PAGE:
Britain's decision to join Iraq war ruled flawed, inadequate; Blair faces criticism

Published July 6, 2016
Iraq Inquiry chairman Sir John Chilcot speaks as he comments on the findings of his report, inside the QEII Centre in London. — AFP/File
Iraq Inquiry chairman Sir John Chilcot speaks as he comments on the findings of his report, inside the QEII Centre in London. — AFP/File

LONDON: Britain's decision to go to war in Iraq was a failure born of flawed intelligence, lack of foresight and “wholly inadequate” planning, an official inquiry concluded Wednesday in a report seven years in the making.

The decision in 2003 had a “far from satisfactory” legal basis and ex-Prime Minister Tony Blair's case for military action was over-hyped.

The intelligence about Iraq's alleged weapons of mass destruction which Blair used to justify joining the US-led invasion, which led to the removal of Saddam Hussein and the deaths of 179 British soldiers, was flawed but went unchallenged, inquiry chairman John Chilcot said.

There was no imminent threat from Saddam in March 2003 and the chaos in Iraq and the region which followed should also have been foreseen, he added.

“The inquiry has not expressed a view on whether military action was legal,” Chilcot told reporters and relatives of some of the soldiers killed in Iraq.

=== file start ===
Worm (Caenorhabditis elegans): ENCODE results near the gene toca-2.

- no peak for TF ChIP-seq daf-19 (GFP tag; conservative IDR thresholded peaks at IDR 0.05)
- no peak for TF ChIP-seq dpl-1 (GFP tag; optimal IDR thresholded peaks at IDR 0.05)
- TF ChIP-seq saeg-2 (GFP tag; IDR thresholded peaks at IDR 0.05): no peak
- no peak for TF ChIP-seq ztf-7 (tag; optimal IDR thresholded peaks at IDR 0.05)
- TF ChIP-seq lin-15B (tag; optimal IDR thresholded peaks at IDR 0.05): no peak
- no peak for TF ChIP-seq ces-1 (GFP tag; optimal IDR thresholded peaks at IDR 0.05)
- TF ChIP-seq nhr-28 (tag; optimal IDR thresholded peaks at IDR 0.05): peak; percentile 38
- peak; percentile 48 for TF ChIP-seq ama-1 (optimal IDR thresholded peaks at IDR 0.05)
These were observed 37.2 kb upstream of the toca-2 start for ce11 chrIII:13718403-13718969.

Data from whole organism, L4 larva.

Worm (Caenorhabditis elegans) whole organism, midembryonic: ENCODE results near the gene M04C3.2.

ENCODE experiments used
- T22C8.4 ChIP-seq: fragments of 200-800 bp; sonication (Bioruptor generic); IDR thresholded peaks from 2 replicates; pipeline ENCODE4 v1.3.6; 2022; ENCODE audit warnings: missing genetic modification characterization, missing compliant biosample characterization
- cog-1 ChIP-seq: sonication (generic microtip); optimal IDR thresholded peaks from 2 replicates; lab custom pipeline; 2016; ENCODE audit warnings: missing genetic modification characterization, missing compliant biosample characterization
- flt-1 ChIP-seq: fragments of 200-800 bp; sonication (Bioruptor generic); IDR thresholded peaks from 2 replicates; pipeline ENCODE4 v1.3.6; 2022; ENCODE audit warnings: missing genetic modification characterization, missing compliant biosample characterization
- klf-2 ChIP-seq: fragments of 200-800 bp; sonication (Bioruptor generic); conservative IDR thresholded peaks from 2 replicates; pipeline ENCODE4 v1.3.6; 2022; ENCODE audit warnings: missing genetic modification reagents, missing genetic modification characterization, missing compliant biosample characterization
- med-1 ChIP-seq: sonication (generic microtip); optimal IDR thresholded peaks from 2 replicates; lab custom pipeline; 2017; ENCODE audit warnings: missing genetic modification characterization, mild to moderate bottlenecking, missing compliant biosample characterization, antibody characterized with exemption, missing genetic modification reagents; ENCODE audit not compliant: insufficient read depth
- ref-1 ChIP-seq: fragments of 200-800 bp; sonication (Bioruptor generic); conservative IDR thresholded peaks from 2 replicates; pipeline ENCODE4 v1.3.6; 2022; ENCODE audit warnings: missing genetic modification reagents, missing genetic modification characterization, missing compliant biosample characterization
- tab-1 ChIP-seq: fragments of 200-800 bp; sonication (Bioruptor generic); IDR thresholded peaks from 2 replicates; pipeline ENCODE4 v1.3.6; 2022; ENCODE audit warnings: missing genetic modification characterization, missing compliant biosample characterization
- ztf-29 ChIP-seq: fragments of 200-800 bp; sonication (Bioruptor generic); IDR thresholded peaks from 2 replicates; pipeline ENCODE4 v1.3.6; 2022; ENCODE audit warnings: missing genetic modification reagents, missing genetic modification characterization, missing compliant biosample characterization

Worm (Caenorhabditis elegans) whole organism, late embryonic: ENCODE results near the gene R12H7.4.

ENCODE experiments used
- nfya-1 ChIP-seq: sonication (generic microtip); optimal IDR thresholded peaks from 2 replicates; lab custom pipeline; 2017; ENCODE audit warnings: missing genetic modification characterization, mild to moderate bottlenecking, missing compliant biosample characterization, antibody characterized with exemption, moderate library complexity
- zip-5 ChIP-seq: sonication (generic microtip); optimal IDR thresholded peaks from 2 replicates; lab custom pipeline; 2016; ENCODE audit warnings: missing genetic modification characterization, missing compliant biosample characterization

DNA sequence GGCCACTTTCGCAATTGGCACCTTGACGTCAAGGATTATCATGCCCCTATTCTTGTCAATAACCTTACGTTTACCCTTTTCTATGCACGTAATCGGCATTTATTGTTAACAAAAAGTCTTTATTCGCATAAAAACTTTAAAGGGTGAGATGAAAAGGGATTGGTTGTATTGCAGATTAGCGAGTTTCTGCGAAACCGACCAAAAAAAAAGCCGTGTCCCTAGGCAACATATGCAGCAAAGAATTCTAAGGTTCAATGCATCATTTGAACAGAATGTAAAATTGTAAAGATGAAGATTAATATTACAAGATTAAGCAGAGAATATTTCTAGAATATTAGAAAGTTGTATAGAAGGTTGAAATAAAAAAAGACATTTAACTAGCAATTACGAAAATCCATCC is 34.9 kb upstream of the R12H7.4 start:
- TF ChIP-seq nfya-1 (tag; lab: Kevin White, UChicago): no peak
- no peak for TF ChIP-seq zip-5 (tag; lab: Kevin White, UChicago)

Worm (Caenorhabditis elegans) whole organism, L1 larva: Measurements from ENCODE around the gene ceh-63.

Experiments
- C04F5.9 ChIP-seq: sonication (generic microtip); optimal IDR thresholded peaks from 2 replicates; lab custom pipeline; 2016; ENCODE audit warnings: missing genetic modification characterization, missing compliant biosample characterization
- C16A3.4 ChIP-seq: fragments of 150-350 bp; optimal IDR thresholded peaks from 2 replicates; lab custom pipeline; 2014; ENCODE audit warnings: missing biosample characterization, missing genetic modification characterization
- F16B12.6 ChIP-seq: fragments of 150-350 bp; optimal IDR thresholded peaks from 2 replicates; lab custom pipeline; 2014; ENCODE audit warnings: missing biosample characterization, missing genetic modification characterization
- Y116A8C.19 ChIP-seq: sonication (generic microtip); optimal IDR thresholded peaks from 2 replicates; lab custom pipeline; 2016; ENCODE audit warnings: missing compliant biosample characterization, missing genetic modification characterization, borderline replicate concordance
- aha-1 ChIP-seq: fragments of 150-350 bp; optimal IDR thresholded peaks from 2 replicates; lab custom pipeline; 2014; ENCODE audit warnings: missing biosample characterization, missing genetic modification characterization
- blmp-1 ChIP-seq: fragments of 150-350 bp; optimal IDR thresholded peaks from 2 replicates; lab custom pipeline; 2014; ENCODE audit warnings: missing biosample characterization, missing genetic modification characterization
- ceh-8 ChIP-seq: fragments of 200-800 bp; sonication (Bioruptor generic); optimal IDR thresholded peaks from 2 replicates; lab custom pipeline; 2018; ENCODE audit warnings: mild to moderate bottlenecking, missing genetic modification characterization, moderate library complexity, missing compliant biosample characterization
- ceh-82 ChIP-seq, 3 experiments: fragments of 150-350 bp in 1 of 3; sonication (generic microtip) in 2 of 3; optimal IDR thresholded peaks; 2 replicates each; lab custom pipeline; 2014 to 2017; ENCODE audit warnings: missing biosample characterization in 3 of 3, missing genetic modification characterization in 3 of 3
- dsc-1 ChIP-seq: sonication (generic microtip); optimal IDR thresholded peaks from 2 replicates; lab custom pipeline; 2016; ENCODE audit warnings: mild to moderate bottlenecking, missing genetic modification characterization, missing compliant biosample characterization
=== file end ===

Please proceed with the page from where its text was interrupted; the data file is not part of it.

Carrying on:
“We have, however, concluded that the circumstances in which it was decided that there was a legal basis for military action were far from satisfactory.”

Blair's statement to parliament in 2002 about the risk posed by Iraq's alleged weapons of mass destruction and an intelligence dossier to the public that accompanied it were presented with a “certainty that was not justified”, he said.

Chilcot outlined a catalogue of failures made in the run-up to and aftermath of the war.

He said days before the invasion, Blair had been asked by the government's top lawyer to confirm Iraq had committed breaches of a United Nations Security Council resolution, which would justify war.

Blair said such breaches had been committed but Chilcot said: “The precise basis on which Mr Blair made that decision is not clear.” He also said Blair changed his case for war from focusing on Iraq's “vast stocks” of illegal weapons to Saddam having the intent to obtain such weapons and being in breach of UN resolutions.

“That was not, however, the explanation for military action he had given before the conflict,” Chilcot said.

Blair says world 'better and safer' after Iraq war

Former British prime minister Tony Blair on Wednesday defended his decision to take Britain to war in Iraq in 2003 despite a damning report on the conflict.

“I believe we made the right decision and the world is better and safer,” Blair said at a lengthy press conference following the Chilcot inquiry report.

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